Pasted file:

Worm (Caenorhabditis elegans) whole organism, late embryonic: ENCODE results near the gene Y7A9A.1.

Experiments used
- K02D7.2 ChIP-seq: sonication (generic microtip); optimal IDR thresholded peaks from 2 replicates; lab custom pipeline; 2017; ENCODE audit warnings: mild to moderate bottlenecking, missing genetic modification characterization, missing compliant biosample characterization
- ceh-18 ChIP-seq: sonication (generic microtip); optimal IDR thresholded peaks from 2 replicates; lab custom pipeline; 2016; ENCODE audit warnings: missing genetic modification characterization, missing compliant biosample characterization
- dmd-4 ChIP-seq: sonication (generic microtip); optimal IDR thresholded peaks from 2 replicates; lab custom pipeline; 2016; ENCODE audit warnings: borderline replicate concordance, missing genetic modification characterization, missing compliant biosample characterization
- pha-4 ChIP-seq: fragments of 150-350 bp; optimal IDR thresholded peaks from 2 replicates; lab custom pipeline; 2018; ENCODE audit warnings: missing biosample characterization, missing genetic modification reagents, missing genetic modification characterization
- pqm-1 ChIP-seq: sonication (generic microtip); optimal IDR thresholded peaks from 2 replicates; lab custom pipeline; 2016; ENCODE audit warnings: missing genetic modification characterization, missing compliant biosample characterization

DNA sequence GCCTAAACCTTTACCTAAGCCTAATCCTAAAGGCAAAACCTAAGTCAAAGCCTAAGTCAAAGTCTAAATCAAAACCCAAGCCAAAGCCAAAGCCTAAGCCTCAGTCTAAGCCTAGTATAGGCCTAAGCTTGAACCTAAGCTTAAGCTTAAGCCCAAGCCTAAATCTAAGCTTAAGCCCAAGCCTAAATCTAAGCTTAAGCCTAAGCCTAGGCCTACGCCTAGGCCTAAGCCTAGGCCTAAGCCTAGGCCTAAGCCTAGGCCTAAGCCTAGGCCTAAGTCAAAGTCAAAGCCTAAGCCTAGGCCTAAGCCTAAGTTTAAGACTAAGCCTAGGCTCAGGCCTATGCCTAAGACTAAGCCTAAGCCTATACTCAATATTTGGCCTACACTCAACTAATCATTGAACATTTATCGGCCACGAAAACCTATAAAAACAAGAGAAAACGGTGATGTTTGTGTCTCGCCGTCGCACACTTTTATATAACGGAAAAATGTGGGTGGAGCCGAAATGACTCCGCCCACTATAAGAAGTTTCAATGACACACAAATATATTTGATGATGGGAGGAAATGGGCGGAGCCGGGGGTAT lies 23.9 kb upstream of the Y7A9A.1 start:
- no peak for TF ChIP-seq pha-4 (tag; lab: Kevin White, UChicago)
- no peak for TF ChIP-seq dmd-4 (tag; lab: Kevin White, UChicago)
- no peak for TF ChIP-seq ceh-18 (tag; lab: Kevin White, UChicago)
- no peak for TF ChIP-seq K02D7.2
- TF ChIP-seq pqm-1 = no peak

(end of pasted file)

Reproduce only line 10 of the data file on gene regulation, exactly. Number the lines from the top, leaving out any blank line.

- no peak for TF ChIP-seq dmd-4 (tag; lab: Kevin White, UChicago)